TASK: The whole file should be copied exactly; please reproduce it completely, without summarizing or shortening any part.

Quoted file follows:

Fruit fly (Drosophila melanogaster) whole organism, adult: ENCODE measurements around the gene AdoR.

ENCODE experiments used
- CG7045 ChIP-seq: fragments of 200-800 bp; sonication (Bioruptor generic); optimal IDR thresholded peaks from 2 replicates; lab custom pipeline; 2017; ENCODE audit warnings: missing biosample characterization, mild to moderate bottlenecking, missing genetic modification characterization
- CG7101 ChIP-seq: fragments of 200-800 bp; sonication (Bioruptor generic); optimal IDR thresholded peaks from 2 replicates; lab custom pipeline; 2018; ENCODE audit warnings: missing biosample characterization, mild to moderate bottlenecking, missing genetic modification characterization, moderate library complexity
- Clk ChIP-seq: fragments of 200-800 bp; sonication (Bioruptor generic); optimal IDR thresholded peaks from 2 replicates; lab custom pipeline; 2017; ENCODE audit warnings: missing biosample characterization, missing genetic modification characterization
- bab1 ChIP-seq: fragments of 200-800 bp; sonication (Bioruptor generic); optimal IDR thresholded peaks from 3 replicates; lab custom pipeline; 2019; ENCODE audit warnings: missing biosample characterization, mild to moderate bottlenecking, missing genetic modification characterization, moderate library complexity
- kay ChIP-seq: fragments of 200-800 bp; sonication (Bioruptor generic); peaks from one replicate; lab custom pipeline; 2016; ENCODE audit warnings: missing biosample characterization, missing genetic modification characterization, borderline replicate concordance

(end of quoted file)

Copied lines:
Fruit fly (Drosophila melanogaster) whole organism, adult: ENCODE measurements around the gene AdoR.

ENCODE experiments used
- CG7045 ChIP-seq: fragments of 200-800 bp; sonication (Bioruptor generic); optimal IDR thresholded peaks from 2 replicates; lab custom pipeline; 2017; ENCODE audit warnings: missing biosample characterization, mild to moderate bottlenecking, missing genetic modification characterization
- CG7101 ChIP-seq: fragments of 200-800 bp; sonication (Bioruptor generic); optimal IDR thresholded peaks from 2 replicates; lab custom pipeline; 2018; ENCODE audit warnings: missing biosample characterization, mild to moderate bottlenecking, missing genetic modification characterization, moderate library complexity
- Clk ChIP-seq: fragments of 200-800 bp; sonication (Bioruptor generic); optimal IDR thresholded peaks from 2 replicates; lab custom pipeline; 2017; ENCODE audit warnings: missing biosample characterization, missing genetic modification characterization
- bab1 ChIP-seq: fragments of 200-800 bp; sonication (Bioruptor generic); optimal IDR thresholded peaks from 3 replicates; lab custom pipeline; 2019; ENCODE audit warnings: missing biosample characterization, mild to moderate bottlenecking, missing genetic modification characterization, moderate library complexity
- kay ChIP-seq: fragments of 200-800 bp; sonication (Bioruptor generic); peaks from one replicate; lab custom pipeline; 2016; ENCODE audit warnings: missing biosample characterization, missing genetic modification characterization, borderline replicate concordance